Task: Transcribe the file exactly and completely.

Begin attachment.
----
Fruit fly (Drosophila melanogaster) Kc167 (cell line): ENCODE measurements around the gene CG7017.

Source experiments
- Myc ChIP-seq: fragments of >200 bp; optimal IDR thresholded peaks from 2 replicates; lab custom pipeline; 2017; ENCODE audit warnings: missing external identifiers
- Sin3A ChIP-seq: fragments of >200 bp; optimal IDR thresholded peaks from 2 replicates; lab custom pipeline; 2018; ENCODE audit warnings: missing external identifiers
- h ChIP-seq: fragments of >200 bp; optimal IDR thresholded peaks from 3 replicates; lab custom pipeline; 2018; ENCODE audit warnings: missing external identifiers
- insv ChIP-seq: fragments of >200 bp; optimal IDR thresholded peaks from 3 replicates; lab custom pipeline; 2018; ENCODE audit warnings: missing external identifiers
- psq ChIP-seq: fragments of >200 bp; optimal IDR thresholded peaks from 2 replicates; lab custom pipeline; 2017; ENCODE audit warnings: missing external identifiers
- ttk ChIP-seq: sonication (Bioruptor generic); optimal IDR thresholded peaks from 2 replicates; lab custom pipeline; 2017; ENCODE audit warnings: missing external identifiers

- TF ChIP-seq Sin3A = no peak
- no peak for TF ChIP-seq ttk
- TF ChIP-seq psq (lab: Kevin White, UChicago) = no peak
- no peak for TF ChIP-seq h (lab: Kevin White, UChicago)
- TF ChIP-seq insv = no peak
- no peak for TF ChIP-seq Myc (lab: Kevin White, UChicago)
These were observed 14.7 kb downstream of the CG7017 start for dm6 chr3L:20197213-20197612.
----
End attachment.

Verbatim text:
Fruit fly (Drosophila melanogaster) Kc167 (cell line): ENCODE measurements around the gene CG7017.

Source experiments
- Myc ChIP-seq: fragments of >200 bp; optimal IDR thresholded peaks from 2 replicates; lab custom pipeline; 2017; ENCODE audit warnings: missing external identifiers
- Sin3A ChIP-seq: fragments of >200 bp; optimal IDR thresholded peaks from 2 replicates; lab custom pipeline; 2018; ENCODE audit warnings: missing external identifiers
- h ChIP-seq: fragments of >200 bp; optimal IDR thresholded peaks from 3 replicates; lab custom pipeline; 2018; ENCODE audit warnings: missing external identifiers
- insv ChIP-seq: fragments of >200 bp; optimal IDR thresholded peaks from 3 replicates; lab custom pipeline; 2018; ENCODE audit warnings: missing external identifiers
- psq ChIP-seq: fragments of >200 bp; optimal IDR thresholded peaks from 2 replicates; lab custom pipeline; 2017; ENCODE audit warnings: missing external identifiers
- ttk ChIP-seq: sonication (Bioruptor generic); optimal IDR thresholded peaks from 2 replicates; lab custom pipeline; 2017; ENCODE audit warnings: missing external identifiers

- TF ChIP-seq Sin3A = no peak
- no peak for TF ChIP-seq ttk
- TF ChIP-seq psq (lab: Kevin White, UChicago) = no peak
- no peak for TF ChIP-seq h (lab: Kevin White, UChicago)
- TF ChIP-seq insv = no peak
- no peak for TF ChIP-seq Myc (lab: Kevin White, UChicago)
These were observed 14.7 kb downstream of the CG7017 start for dm6 chr3L:20197213-20197612.